Classic Maze Procedure
The “classic” or “cut and sew” Maze procedure is a traditional surgical approach to treating atrial fibrillation. During the classic Maze procedure, multiple incisions are made in the right and left atria (the upper chambers of the heart) to isolate abnormal electrical signals or impulses that cause atrial fibrillation. The left atrial appendage (a pocket-like section in the left atrium), often a source of blood clot formation and stroke, is completely removed. The incisions are then sewn closed.
As the incisions heal, they form a pattern of scars. These scars redirect the abnormal electrical signals that cause atrial fibrillation. Because the incisions are made from the inside of the heart, patients undergo “open heart surgery” and during surgery are placed on a heart-lung or “bypass” machine. The heart-lung machine temporarily takes over the function of the heart and lungs during surgery.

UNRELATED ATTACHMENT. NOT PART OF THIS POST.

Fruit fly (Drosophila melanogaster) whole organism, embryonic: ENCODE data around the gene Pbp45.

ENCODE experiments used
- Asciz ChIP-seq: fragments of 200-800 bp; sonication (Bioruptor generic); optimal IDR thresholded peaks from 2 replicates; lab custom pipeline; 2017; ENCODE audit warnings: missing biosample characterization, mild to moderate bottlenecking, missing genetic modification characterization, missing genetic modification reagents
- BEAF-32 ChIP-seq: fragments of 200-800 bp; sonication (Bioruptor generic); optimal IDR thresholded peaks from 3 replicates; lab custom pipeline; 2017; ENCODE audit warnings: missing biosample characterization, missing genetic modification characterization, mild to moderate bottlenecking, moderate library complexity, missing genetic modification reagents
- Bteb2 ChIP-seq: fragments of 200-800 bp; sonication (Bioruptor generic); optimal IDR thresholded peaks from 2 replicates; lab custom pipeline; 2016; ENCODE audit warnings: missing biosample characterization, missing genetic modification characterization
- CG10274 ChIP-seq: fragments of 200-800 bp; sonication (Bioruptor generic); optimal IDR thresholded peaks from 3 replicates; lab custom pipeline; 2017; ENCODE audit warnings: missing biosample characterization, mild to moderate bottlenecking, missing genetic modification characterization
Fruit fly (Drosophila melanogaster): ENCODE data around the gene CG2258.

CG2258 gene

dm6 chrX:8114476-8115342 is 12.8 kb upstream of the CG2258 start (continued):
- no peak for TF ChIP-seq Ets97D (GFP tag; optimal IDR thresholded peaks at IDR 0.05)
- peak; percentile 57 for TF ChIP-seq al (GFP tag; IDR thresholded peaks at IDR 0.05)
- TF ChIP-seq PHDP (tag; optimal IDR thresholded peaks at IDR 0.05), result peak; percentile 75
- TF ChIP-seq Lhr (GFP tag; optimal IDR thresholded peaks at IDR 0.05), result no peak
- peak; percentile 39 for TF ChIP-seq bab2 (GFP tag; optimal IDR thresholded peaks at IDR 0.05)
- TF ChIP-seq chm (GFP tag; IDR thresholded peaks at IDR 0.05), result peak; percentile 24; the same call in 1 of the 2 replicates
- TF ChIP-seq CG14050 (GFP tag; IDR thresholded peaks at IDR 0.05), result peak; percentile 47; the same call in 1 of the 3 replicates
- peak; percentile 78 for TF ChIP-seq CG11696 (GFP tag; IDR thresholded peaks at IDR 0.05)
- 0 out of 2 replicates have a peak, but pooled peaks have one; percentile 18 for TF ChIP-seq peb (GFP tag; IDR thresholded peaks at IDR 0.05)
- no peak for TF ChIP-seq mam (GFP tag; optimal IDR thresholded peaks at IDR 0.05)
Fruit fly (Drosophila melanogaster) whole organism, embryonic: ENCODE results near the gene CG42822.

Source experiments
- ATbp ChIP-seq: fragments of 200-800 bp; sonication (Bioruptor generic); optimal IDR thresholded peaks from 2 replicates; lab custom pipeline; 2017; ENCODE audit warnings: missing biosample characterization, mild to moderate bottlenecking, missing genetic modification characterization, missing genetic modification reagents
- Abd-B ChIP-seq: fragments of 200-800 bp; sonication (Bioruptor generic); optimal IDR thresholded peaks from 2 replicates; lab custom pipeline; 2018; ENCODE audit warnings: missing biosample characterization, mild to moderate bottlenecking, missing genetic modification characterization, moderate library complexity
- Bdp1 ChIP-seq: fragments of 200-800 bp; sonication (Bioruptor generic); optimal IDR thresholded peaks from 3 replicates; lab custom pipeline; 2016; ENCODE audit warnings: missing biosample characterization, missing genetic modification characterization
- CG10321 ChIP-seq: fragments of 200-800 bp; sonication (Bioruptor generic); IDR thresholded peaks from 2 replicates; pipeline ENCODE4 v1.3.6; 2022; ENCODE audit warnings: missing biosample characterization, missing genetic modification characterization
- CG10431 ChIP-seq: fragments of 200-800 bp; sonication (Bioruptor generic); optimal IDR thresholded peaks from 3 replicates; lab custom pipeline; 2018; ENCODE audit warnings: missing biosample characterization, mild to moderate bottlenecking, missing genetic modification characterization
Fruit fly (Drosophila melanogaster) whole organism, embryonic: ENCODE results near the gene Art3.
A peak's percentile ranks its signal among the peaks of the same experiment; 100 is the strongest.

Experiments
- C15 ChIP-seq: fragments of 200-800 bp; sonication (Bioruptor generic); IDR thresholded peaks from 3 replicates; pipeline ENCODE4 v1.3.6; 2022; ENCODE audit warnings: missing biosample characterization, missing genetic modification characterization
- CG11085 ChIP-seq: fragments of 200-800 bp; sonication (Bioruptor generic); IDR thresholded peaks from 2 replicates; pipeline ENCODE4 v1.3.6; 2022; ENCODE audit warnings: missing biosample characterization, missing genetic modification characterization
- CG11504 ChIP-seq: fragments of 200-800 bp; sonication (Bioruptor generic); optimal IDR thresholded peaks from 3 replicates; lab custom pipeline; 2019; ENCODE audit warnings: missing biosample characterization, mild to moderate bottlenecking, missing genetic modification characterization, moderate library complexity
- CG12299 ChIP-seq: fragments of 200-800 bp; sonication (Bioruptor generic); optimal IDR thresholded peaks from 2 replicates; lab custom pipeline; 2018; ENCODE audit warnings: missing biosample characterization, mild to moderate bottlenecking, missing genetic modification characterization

The classic Maze procedure may be performed on those patients whose only cardiac condition is atrial fibrillation, or in conjunction with surgery for other heart conditions. Frequently patients that undergo the classic Maze procedure have tried multiple treatments for atrial fibrillation including medications, cardioversion and catheter ablation without success.
Bluhm Cardiovascular Institute at Northwestern Memorial HospitalGalter Pavilion, Nineteenth Floor, Suite 100675 N. Saint Clair St.Chicago, IL 60611placePhone 312.NM.HEART (664.3278)